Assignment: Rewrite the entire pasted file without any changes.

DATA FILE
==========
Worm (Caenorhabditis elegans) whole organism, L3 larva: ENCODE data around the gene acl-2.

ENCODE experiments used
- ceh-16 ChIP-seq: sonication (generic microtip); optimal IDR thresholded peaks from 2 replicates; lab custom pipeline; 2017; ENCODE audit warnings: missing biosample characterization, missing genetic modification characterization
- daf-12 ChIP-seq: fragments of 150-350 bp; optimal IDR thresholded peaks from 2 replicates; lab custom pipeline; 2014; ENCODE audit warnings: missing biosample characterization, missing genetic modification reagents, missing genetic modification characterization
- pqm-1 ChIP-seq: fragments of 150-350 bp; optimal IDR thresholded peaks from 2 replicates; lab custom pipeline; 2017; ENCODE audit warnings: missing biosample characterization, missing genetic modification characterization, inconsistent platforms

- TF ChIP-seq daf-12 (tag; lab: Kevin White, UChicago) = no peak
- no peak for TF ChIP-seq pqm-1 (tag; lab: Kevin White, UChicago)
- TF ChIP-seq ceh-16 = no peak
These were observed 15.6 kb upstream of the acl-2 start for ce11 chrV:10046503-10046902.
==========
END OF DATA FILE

Worm (Caenorhabditis elegans) whole organism, L3 larva: ENCODE data around the gene acl-2.

ENCODE experiments used
- ceh-16 ChIP-seq: sonication (generic microtip); optimal IDR thresholded peaks from 2 replicates; lab custom pipeline; 2017; ENCODE audit warnings: missing biosample characterization, missing genetic modification characterization
- daf-12 ChIP-seq: fragments of 150-350 bp; optimal IDR thresholded peaks from 2 replicates; lab custom pipeline; 2014; ENCODE audit warnings: missing biosample characterization, missing genetic modification reagents, missing genetic modification characterization
- pqm-1 ChIP-seq: fragments of 150-350 bp; optimal IDR thresholded peaks from 2 replicates; lab custom pipeline; 2017; ENCODE audit warnings: missing biosample characterization, missing genetic modification characterization, inconsistent platforms

- TF ChIP-seq daf-12 (tag; lab: Kevin White, UChicago) = no peak
- no peak for TF ChIP-seq pqm-1 (tag; lab: Kevin White, UChicago)
- TF ChIP-seq ceh-16 = no peak
These were observed 15.6 kb upstream of the acl-2 start for ce11 chrV:10046503-10046902.